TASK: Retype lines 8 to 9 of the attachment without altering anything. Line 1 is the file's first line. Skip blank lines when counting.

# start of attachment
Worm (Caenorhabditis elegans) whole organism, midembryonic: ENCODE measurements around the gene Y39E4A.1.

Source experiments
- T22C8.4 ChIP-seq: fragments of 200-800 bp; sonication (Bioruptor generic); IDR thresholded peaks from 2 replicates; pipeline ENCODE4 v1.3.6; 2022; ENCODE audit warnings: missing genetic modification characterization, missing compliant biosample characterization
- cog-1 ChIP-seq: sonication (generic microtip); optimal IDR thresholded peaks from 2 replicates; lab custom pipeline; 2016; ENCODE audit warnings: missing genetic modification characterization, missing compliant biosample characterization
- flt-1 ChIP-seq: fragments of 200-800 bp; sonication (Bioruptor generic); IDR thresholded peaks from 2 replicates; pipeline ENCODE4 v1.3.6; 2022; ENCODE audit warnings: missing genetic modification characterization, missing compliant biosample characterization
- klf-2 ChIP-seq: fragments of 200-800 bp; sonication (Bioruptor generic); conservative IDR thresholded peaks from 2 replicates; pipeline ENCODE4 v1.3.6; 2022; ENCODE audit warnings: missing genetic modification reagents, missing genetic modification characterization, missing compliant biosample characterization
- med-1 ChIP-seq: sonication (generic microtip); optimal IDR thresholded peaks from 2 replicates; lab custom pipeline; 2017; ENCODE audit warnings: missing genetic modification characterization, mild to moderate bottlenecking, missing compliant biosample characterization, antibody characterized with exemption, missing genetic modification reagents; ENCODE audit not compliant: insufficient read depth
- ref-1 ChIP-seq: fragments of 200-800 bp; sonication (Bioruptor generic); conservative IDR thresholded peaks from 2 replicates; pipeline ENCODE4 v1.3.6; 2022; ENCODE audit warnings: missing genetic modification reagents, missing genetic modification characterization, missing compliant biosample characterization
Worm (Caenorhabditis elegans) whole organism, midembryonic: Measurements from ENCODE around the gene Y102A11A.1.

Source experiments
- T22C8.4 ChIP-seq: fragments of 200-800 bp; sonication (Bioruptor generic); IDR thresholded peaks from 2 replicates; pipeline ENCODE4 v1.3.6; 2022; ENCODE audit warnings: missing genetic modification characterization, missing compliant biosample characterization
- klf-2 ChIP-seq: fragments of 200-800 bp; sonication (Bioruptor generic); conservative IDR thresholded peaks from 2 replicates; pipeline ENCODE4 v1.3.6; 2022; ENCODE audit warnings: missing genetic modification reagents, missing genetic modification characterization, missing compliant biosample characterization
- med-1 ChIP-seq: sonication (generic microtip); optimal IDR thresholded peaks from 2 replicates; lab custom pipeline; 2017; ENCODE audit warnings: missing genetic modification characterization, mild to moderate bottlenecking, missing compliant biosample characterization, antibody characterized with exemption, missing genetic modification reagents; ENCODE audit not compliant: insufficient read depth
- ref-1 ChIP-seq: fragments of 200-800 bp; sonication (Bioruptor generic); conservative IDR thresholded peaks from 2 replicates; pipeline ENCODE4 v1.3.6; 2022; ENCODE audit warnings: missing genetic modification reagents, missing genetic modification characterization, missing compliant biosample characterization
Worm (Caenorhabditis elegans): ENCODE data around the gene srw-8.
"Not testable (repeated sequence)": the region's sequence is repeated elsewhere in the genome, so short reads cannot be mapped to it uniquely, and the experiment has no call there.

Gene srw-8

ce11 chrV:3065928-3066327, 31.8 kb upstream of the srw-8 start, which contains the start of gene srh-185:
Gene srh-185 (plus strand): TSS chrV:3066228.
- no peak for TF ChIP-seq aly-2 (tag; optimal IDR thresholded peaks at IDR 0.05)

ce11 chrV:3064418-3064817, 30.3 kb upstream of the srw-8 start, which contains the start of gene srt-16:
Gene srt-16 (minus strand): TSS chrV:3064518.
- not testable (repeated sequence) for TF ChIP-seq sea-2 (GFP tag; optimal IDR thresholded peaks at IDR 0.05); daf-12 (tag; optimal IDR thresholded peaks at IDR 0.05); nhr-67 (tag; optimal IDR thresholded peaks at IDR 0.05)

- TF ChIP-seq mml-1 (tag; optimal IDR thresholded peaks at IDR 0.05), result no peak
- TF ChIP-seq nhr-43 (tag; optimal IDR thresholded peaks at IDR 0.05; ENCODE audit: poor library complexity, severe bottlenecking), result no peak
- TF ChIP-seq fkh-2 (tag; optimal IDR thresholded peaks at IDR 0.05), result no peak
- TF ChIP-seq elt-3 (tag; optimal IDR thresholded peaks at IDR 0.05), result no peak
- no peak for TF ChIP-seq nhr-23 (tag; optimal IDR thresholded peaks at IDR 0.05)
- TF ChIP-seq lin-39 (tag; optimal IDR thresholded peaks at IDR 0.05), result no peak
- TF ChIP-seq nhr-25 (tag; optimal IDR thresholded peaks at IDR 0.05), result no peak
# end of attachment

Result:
- ref-1 ChIP-seq: fragments of 200-800 bp; sonication (Bioruptor generic); conservative IDR thresholded peaks from 2 replicates; pipeline ENCODE4 v1.3.6; 2022; ENCODE audit warnings: missing genetic modification reagents, missing genetic modification characterization, missing compliant biosample characterization
Worm (Caenorhabditis elegans) whole organism, midembryonic: Measurements from ENCODE around the gene Y102A11A.1.